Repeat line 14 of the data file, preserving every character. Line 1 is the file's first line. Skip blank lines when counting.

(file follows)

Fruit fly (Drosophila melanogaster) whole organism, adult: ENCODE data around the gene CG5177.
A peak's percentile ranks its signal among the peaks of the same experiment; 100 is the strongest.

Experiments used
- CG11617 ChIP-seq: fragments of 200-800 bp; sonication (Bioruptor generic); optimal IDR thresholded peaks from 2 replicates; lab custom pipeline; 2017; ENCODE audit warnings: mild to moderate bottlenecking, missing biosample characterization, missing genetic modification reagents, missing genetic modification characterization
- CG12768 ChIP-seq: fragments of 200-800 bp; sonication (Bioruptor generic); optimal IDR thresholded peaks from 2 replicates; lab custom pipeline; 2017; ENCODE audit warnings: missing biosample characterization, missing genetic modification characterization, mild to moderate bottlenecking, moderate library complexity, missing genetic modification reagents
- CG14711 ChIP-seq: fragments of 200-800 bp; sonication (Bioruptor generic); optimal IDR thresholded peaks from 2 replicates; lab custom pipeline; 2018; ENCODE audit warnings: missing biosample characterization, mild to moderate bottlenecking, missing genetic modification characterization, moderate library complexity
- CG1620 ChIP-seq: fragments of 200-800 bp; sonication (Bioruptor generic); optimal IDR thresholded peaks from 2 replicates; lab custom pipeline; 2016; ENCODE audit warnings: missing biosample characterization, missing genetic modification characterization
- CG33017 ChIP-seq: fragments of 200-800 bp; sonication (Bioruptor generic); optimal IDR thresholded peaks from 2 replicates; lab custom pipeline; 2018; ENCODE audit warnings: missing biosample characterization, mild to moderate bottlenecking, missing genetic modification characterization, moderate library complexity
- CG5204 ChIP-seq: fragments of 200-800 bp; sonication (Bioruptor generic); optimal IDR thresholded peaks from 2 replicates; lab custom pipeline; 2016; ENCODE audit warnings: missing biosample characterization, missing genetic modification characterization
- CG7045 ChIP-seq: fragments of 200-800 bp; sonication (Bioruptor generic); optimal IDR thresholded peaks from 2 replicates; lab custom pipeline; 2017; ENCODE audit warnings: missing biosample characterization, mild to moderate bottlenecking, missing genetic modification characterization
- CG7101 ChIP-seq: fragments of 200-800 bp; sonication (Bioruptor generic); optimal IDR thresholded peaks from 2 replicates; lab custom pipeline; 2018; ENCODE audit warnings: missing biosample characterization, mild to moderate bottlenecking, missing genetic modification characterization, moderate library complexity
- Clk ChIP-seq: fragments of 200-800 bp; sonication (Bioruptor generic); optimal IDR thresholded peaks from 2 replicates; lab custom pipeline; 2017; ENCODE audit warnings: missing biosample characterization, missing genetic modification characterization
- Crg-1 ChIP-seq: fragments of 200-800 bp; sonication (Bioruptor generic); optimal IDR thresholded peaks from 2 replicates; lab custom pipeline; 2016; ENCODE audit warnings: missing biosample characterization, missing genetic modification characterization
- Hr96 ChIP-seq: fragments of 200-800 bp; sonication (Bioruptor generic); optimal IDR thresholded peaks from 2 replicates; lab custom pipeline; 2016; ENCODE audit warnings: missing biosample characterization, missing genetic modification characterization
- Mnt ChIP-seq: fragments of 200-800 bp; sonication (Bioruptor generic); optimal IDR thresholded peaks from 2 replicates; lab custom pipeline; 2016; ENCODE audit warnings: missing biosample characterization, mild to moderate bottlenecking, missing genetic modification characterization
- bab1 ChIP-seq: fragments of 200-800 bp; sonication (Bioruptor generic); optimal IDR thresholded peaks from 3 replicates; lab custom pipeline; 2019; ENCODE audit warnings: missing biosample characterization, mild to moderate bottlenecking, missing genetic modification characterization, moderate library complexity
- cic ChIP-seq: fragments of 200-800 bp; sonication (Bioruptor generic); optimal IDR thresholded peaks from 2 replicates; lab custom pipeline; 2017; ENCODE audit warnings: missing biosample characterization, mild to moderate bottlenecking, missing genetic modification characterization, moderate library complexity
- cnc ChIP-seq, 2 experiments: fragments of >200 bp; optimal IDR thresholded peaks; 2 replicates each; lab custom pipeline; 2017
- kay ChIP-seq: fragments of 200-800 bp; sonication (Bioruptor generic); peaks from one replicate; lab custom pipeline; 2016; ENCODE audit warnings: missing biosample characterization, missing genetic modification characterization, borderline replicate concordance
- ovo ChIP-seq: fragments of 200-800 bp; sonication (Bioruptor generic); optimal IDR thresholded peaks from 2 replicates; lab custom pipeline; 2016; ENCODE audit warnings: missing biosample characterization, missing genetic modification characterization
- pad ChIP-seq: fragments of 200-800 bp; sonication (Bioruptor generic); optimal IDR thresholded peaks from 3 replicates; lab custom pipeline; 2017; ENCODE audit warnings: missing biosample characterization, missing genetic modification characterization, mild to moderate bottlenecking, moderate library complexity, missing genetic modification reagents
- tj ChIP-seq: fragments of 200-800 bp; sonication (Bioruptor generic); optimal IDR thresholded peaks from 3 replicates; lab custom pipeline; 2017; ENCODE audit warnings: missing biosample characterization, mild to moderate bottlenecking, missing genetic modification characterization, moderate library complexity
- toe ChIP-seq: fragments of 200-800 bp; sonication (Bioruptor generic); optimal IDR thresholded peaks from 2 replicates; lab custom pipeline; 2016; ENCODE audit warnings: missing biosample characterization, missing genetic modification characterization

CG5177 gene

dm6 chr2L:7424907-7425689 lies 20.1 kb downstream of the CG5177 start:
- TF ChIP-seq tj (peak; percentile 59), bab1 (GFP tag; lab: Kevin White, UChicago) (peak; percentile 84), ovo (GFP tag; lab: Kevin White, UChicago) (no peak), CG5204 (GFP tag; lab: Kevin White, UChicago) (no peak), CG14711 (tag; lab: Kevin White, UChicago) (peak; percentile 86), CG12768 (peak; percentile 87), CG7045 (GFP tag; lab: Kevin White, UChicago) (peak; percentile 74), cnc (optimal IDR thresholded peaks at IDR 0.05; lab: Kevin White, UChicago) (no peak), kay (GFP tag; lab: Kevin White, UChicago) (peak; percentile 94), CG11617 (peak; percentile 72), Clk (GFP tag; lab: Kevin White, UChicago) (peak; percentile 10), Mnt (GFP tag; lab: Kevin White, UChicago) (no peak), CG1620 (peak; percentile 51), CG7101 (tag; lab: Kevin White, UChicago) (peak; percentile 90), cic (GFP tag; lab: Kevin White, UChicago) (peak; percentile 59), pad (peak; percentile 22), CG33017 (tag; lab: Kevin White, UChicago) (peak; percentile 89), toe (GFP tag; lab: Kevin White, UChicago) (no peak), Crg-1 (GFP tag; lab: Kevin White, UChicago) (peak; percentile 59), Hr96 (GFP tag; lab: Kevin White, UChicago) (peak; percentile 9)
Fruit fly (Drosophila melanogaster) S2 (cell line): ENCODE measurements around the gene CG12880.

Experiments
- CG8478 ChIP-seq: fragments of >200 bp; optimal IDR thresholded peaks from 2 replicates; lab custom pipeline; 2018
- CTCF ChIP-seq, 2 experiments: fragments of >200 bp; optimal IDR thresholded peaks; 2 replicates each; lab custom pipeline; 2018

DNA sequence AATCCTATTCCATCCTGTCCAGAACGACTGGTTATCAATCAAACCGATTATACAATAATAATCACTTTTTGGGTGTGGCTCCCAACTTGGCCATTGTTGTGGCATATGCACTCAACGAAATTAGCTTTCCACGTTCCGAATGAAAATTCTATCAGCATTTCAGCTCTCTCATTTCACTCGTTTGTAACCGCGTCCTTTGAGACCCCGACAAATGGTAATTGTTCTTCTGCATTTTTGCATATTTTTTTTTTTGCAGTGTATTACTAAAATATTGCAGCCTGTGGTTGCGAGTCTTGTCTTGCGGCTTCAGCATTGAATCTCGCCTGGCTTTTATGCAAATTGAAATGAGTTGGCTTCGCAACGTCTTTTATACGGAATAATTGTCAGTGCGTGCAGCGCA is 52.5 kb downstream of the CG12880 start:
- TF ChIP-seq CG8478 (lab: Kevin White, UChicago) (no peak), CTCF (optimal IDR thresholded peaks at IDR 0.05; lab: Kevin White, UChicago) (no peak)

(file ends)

- Hr96 ChIP-seq: fragments of 200-800 bp; sonication (Bioruptor generic); optimal IDR thresholded peaks from 2 replicates; lab custom pipeline; 2016; ENCODE audit warnings: missing biosample characterization, missing genetic modification characterization